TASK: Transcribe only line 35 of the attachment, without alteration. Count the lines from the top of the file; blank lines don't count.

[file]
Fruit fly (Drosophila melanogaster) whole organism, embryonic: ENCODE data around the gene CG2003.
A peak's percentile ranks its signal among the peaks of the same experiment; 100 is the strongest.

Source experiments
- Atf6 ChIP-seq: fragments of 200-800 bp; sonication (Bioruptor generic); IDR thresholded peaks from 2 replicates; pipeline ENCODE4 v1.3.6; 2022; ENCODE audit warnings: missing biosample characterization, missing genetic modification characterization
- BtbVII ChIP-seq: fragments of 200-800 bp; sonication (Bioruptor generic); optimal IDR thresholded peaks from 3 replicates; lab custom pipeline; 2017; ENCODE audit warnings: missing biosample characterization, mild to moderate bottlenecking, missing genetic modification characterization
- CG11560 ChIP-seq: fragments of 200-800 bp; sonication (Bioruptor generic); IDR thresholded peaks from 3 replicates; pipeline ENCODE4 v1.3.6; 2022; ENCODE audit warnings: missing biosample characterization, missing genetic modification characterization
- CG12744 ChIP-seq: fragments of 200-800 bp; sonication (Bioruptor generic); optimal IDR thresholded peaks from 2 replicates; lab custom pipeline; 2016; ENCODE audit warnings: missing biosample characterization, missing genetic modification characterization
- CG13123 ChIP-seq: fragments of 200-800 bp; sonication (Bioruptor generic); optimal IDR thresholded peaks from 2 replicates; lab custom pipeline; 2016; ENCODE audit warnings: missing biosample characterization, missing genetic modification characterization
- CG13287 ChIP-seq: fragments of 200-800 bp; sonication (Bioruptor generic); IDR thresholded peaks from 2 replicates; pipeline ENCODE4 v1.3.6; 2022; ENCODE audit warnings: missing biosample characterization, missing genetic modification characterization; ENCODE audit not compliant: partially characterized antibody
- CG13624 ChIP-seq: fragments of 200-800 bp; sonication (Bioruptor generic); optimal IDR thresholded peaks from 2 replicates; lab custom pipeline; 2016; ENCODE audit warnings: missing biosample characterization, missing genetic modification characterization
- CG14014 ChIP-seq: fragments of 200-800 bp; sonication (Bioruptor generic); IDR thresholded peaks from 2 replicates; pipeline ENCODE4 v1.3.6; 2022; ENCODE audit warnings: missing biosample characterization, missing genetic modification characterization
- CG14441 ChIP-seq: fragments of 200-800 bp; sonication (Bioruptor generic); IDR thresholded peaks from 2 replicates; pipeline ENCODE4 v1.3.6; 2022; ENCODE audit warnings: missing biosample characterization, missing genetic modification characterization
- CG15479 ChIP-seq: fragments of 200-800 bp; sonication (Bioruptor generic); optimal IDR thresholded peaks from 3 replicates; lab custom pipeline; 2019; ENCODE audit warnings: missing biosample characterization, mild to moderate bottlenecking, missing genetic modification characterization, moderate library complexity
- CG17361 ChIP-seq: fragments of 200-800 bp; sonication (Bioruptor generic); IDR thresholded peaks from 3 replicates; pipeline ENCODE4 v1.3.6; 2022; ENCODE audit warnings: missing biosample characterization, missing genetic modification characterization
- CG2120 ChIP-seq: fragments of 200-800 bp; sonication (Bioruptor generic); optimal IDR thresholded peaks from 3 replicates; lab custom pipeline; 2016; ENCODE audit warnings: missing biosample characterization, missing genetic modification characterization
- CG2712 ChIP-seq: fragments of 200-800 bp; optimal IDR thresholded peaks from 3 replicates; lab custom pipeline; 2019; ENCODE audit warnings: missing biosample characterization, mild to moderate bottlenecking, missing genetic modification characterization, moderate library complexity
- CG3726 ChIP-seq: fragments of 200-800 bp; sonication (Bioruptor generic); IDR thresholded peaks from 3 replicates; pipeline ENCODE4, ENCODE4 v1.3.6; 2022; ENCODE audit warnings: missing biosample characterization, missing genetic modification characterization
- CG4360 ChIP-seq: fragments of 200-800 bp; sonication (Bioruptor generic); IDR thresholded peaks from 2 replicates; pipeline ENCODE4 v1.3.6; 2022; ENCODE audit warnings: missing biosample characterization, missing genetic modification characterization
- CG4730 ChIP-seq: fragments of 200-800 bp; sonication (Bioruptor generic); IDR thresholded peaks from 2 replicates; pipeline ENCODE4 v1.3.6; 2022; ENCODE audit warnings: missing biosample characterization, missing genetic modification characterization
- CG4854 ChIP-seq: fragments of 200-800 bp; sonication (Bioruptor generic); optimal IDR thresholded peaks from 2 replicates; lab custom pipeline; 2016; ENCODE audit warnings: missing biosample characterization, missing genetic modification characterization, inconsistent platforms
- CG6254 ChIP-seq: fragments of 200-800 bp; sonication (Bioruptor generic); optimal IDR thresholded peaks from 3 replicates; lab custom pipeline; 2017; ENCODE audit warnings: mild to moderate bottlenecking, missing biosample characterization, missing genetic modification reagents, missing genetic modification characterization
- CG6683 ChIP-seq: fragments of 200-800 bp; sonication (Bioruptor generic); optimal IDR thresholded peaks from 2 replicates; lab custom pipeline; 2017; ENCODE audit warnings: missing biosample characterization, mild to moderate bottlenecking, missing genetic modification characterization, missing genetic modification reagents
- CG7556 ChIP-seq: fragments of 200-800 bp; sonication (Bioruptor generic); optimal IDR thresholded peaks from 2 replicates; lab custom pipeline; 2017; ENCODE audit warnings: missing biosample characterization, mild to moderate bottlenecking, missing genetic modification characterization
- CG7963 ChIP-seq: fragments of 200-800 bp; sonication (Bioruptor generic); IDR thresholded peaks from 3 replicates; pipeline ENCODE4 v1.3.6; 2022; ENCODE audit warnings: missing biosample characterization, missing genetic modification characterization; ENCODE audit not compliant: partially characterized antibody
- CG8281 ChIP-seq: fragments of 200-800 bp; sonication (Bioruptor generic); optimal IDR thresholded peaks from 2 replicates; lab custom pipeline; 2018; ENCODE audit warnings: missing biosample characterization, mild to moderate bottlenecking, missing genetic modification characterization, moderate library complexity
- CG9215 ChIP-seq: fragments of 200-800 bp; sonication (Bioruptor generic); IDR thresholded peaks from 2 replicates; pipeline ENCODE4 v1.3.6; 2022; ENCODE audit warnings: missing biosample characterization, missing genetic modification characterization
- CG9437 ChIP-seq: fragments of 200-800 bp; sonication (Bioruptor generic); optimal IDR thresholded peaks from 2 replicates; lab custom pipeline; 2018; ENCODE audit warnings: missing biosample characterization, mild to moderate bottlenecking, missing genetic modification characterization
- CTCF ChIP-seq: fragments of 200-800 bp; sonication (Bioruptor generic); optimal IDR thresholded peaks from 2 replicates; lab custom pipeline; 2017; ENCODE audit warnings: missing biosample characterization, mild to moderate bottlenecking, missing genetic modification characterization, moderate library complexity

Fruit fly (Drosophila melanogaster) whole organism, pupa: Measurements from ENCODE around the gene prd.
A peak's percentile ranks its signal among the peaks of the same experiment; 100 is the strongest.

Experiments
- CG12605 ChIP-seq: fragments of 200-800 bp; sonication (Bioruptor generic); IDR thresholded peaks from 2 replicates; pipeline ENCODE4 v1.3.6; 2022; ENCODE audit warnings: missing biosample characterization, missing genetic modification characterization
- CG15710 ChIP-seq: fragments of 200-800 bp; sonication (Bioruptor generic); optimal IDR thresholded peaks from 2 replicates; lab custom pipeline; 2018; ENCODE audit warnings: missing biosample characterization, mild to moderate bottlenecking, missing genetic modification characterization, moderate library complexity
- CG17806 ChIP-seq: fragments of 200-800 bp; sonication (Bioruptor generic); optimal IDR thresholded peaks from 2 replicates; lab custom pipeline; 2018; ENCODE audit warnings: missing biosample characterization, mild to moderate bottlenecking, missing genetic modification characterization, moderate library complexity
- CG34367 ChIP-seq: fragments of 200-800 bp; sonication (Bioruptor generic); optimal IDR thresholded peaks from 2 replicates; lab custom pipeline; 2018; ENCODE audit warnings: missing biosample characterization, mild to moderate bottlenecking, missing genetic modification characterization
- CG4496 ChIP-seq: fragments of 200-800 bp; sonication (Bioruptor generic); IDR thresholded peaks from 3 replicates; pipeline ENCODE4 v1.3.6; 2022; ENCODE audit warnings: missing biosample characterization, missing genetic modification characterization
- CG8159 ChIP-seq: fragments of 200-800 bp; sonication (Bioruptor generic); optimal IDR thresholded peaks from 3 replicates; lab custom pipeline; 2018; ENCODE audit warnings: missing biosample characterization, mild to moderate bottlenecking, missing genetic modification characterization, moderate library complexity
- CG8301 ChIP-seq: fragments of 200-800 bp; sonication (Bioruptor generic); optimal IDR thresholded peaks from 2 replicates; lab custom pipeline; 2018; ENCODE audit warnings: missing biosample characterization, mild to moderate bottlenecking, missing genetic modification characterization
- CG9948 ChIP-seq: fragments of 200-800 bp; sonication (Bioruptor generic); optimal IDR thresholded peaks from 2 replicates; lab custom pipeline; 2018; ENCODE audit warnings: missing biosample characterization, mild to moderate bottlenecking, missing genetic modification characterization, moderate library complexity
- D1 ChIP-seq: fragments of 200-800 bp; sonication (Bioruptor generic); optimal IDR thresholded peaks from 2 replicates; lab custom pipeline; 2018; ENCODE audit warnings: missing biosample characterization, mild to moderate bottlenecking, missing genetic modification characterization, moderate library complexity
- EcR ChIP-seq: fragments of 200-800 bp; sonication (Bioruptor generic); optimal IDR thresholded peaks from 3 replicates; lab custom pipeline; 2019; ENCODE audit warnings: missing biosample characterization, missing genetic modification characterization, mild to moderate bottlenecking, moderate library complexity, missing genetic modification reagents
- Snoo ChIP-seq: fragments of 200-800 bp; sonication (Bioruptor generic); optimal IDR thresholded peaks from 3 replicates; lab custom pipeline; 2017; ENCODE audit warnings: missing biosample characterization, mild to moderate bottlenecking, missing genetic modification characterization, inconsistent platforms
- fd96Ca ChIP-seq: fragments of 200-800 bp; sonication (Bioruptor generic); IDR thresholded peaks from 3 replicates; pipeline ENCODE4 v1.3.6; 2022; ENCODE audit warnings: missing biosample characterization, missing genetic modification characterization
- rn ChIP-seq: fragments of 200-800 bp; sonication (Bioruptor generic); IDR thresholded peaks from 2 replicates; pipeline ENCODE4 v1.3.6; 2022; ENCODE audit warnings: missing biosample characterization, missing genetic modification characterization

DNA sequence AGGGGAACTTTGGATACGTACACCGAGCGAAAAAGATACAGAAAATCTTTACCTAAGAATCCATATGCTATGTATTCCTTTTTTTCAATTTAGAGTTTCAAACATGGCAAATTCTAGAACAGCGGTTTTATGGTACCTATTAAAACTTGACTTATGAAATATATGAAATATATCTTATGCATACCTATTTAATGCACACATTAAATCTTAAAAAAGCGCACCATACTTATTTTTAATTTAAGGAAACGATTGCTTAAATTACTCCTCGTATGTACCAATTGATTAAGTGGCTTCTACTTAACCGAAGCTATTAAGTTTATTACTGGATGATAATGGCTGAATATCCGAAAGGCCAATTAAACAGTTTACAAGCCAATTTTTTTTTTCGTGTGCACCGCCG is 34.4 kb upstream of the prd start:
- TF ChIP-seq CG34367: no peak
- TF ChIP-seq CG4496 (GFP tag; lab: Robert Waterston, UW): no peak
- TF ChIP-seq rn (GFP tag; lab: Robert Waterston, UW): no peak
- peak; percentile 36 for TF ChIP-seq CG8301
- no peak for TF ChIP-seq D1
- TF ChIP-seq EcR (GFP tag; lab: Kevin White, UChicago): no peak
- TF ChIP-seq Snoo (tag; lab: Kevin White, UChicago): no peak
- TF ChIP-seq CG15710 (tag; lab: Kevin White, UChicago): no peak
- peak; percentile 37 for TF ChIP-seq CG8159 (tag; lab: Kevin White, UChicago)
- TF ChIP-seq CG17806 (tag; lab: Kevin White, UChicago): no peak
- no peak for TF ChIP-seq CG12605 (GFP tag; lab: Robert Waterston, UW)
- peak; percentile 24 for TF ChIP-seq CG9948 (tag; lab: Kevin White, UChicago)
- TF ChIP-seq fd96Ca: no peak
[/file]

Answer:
- CG34367 ChIP-seq: fragments of 200-800 bp; sonication (Bioruptor generic); optimal IDR thresholded peaks from 2 replicates; lab custom pipeline; 2018; ENCODE audit warnings: missing biosample characterization, mild to moderate bottlenecking, missing genetic modification characterization